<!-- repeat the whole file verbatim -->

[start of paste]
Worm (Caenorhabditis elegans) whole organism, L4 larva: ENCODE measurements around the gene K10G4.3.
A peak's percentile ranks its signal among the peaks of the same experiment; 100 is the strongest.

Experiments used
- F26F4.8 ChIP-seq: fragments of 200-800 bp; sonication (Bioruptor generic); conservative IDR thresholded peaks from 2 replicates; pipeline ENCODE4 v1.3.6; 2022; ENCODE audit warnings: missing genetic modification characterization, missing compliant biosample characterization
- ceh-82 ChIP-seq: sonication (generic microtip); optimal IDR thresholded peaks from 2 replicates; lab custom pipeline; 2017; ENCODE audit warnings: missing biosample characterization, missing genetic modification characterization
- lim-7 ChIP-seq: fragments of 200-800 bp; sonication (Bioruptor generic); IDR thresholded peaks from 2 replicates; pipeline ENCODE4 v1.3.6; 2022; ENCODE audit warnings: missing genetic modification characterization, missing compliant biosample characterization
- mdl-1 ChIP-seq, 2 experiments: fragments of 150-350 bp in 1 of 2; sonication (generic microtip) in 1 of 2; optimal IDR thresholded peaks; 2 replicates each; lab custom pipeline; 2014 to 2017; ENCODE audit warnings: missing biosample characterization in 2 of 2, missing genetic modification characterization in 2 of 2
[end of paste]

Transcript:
Worm (Caenorhabditis elegans) whole organism, L4 larva: ENCODE measurements around the gene K10G4.3.
A peak's percentile ranks its signal among the peaks of the same experiment; 100 is the strongest.

Experiments used
- F26F4.8 ChIP-seq: fragments of 200-800 bp; sonication (Bioruptor generic); conservative IDR thresholded peaks from 2 replicates; pipeline ENCODE4 v1.3.6; 2022; ENCODE audit warnings: missing genetic modification characterization, missing compliant biosample characterization
- ceh-82 ChIP-seq: sonication (generic microtip); optimal IDR thresholded peaks from 2 replicates; lab custom pipeline; 2017; ENCODE audit warnings: missing biosample characterization, missing genetic modification characterization
- lim-7 ChIP-seq: fragments of 200-800 bp; sonication (Bioruptor generic); IDR thresholded peaks from 2 replicates; pipeline ENCODE4 v1.3.6; 2022; ENCODE audit warnings: missing genetic modification characterization, missing compliant biosample characterization
- mdl-1 ChIP-seq, 2 experiments: fragments of 150-350 bp in 1 of 2; sonication (generic microtip) in 1 of 2; optimal IDR thresholded peaks; 2 replicates each; lab custom pipeline; 2014 to 2017; ENCODE audit warnings: missing biosample characterization in 2 of 2, missing genetic modification characterization in 2 of 2